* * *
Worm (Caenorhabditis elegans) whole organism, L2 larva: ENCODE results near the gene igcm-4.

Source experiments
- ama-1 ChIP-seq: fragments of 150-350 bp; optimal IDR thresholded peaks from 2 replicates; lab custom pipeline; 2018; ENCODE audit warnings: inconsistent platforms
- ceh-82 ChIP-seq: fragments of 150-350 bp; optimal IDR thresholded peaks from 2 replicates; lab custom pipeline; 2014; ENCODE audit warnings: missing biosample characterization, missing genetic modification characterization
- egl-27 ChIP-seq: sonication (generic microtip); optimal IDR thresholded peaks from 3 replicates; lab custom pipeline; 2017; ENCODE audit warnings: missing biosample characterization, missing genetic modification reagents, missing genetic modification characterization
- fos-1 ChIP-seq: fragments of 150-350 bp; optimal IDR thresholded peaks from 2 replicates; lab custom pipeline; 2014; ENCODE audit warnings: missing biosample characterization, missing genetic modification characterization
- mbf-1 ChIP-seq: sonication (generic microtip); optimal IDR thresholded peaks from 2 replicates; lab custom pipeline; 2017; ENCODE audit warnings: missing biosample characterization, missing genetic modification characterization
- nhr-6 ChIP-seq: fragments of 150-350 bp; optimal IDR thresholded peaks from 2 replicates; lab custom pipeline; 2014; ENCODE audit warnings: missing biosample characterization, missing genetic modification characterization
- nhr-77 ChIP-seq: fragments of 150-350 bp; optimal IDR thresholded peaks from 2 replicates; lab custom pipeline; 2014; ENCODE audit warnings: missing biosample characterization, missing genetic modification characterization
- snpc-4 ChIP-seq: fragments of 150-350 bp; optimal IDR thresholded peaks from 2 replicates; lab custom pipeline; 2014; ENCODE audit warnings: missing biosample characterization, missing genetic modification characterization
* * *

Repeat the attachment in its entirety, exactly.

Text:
Worm (Caenorhabditis elegans) whole organism, L2 larva: ENCODE results near the gene igcm-4.

Source experiments
- ama-1 ChIP-seq: fragments of 150-350 bp; optimal IDR thresholded peaks from 2 replicates; lab custom pipeline; 2018; ENCODE audit warnings: inconsistent platforms
- ceh-82 ChIP-seq: fragments of 150-350 bp; optimal IDR thresholded peaks from 2 replicates; lab custom pipeline; 2014; ENCODE audit warnings: missing biosample characterization, missing genetic modification characterization
- egl-27 ChIP-seq: sonication (generic microtip); optimal IDR thresholded peaks from 3 replicates; lab custom pipeline; 2017; ENCODE audit warnings: missing biosample characterization, missing genetic modification reagents, missing genetic modification characterization
- fos-1 ChIP-seq: fragments of 150-350 bp; optimal IDR thresholded peaks from 2 replicates; lab custom pipeline; 2014; ENCODE audit warnings: missing biosample characterization, missing genetic modification characterization
- mbf-1 ChIP-seq: sonication (generic microtip); optimal IDR thresholded peaks from 2 replicates; lab custom pipeline; 2017; ENCODE audit warnings: missing biosample characterization, missing genetic modification characterization
- nhr-6 ChIP-seq: fragments of 150-350 bp; optimal IDR thresholded peaks from 2 replicates; lab custom pipeline; 2014; ENCODE audit warnings: missing biosample characterization, missing genetic modification characterization
- nhr-77 ChIP-seq: fragments of 150-350 bp; optimal IDR thresholded peaks from 2 replicates; lab custom pipeline; 2014; ENCODE audit warnings: missing biosample characterization, missing genetic modification characterization
- snpc-4 ChIP-seq: fragments of 150-350 bp; optimal IDR thresholded peaks from 2 replicates; lab custom pipeline; 2014; ENCODE audit warnings: missing biosample characterization, missing genetic modification characterization